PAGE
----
Sunday, April 3, 2016

Robert Lee Haycock writes

Window Dressing

Flat on my back in the display case – 
Elbow-deep in petticoats
Flying blind for all that 
Her partner has my ear
Pinned with her high heel

I've got all her weight now 
O, Criminy! Don't tear her pantyhose!
Took her fluffers half a day 
To get her in this state
They'll kill me if they 
Have to start from scratch

Director nods and lights are thrown 
Where is that hole?
It's in... you twist... she stands! 
Her torso bayonetted
She turns as if to flee 
I slither out feet first and
Make room for the money shot

 Image result for art handler

1 comment:

  1. Is this pornography? Well, probably not, since Robert is an art handler and this poem seems to be a bit of occupational autobiography. An art handler, or art preparator, is a trained individual who works directly with objects in museums, art galleries, corporate or private art, etc., in coordination with registrars, collection managers, conservator-restorers, exhibition designers, and curators, as well as art storage facilities or art shipping companies, to ensure that objects are safely handled and cared for. Often they are responsible for packing and unpacking art, installing and deinstalling art in exhibitions, and moving art around the museum and storage spaces. Another key role is the preparation of objects for display in galleries. This may include sending objects out for conservation, framing and mounting objects, and labeling them; sometimes it includes working with the exhibition team to prepare the gallery spaces for the objects. They are often responsible for photographing objects and writing condition reports, monitoring environmental conditions, and practicing preventative conservation in art storage spaces.
    So, we've prevented one more needless and unfounded scandal.
    Or have we?
    For, it seems, a fluffer is a member of the make-up staff who is responsible for keeping a male adult film star aroused on the set. The director sets up the desired shooting angle, then asks the actors to hold their position and calls for them to be "fluffed" for the shot. Although fluffing does not necessarily involve physical touching, it may entail fellatio or non-penetrative sex. A "money shot" is the most important element in the porn film, for which everything else may be sacrificed if necessary. It may well be the filmed moment that the audience has paid to see. Producers have been known to pay the male actors extra for it. (In other words, it is the ejaculation scene, the so-called "cum shot.")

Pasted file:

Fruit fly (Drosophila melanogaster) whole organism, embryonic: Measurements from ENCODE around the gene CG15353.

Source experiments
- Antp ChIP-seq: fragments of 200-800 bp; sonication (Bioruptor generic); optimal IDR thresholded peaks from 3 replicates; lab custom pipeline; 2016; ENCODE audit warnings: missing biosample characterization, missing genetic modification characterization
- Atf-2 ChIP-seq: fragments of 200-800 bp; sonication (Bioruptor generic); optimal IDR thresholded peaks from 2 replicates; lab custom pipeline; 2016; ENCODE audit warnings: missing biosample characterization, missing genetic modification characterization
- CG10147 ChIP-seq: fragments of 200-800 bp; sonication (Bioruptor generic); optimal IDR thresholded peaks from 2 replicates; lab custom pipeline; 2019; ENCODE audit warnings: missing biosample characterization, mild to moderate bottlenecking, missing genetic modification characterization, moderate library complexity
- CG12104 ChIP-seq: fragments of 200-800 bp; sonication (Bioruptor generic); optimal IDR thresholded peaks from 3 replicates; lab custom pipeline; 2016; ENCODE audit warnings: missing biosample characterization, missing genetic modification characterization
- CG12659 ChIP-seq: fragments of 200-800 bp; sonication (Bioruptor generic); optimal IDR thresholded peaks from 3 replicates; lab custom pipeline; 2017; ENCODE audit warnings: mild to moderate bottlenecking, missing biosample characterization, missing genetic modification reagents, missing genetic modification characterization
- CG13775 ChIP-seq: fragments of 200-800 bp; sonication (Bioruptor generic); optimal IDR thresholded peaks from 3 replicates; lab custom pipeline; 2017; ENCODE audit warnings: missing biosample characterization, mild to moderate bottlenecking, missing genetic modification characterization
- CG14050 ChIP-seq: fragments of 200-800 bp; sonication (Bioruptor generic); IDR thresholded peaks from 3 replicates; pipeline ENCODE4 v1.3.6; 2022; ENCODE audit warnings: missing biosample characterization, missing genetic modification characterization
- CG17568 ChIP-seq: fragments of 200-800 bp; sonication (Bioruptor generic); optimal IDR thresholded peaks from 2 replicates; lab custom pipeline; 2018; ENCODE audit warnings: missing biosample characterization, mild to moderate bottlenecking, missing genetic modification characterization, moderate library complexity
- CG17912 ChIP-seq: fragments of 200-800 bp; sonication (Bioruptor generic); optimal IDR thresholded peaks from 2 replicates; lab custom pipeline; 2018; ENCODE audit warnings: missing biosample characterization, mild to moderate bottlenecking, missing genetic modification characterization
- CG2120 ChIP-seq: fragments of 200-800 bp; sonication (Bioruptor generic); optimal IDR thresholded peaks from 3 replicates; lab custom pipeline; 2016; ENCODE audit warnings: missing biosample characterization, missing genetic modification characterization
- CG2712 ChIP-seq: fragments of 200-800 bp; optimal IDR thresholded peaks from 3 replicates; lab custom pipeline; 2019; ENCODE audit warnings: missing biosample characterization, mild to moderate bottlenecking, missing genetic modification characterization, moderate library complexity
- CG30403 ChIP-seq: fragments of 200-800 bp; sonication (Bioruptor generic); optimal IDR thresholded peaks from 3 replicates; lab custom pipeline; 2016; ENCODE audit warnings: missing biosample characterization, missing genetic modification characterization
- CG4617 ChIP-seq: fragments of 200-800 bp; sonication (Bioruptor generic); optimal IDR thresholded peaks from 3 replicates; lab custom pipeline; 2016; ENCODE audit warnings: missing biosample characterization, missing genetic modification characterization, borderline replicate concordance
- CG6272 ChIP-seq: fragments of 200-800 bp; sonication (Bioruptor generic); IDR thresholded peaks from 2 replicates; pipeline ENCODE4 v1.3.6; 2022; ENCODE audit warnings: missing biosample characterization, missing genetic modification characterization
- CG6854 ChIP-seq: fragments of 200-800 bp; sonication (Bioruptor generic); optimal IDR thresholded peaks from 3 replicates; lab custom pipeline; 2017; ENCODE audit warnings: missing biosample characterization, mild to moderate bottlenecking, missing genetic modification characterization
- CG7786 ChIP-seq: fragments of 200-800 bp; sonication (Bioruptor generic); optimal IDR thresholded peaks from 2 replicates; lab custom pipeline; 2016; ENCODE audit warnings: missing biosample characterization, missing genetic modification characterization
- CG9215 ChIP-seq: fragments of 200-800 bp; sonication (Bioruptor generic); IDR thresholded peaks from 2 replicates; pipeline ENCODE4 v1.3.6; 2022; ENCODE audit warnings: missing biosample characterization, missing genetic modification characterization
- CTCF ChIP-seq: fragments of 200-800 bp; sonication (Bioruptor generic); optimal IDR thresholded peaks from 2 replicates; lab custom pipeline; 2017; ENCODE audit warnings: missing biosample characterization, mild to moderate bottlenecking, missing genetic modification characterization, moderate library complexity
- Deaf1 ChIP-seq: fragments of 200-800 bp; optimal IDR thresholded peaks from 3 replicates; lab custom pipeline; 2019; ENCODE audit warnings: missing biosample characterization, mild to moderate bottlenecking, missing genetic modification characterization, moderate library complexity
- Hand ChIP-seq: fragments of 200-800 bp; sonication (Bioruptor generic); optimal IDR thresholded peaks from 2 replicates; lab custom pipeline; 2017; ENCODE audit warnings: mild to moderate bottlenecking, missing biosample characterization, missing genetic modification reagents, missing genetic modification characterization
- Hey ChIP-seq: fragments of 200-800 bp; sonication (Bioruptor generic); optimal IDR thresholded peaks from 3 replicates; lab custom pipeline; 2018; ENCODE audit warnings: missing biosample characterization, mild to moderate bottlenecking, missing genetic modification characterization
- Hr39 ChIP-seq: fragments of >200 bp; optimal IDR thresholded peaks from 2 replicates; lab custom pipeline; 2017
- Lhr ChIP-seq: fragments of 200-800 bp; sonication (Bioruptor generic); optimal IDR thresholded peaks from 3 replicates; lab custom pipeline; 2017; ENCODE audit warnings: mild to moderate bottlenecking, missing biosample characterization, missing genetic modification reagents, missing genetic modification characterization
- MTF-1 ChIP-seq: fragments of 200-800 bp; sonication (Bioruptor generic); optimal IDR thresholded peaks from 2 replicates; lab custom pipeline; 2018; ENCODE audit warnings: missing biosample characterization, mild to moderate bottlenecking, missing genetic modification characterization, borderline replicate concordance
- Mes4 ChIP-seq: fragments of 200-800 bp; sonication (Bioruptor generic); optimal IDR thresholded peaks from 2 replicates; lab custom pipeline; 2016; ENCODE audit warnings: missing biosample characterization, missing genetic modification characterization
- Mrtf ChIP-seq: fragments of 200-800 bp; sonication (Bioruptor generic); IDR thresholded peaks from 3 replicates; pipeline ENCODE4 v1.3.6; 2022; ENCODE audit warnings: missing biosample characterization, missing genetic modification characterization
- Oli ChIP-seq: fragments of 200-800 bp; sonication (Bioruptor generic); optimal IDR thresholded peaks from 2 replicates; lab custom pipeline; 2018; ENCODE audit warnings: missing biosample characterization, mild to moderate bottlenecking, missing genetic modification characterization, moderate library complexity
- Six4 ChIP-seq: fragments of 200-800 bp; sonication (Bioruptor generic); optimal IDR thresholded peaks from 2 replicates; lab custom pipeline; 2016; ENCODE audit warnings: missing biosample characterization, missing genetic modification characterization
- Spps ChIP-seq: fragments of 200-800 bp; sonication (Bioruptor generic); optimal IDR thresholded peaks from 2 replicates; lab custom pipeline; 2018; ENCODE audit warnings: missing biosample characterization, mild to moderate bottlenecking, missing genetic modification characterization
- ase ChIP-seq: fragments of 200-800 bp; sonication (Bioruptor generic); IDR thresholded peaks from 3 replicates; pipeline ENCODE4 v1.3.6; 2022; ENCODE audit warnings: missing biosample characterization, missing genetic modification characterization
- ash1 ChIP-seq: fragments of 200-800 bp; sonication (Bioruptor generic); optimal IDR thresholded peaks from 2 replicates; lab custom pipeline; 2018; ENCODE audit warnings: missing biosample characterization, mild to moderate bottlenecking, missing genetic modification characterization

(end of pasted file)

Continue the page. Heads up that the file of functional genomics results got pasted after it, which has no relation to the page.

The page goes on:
But even so, the issue of pornographic intent remains unclear. In perhaps related usages, "fluffer" refers to various jobs and roles: In the real estate industry a "fluffer" stages homes for presentaion to prospective buyers; is a public relations "spinner;" in Australia, is a start-up company's director or founder; is a maid who fluffs pillows or, in general, cleans and prepares work equipment; and, on the London Underground, is someone (traditionally a woman) who cleans the tracks in the tunnels at night, during Engineering Hours, when the trains have stopped running and the electricity is switched off. And a "money shot" is the visual element of a film, video, TV broadcast, or print publication that is either disproportionately expensive to produce and/or is perceived as essential to the overall importance or revenue-generating potential of the work itself, generally of a provocative, sensational, or memorable nature. On TV talk shows, the money shot is a highly emotional scene, expressed in visible bodily terms, such as tearful confession or a dramatic retelling of some traumatic experience. In broadcast journalism it is a picture that grabs and holds viewer attention, including footage of a notable event such as an earthquake, tornado, or explosion, or of a person in an unusual, noteworthy, tragic, embarrassing, or incriminating situation. In print publications, it is a photograph that drives an important percentage of sales, such as a shot of a celebrity in an unusual situation that was not specifically intended to be photographed, giving rise to paparazzo journalism. In surveillance, the money shot is footage of a perpetrator committing a criminal act on camera.
    After all, as a figure of speech, "window dressing" is something done to make a better impression, sometimes implying something dishonest or deceptive.
    So, YOU decide!


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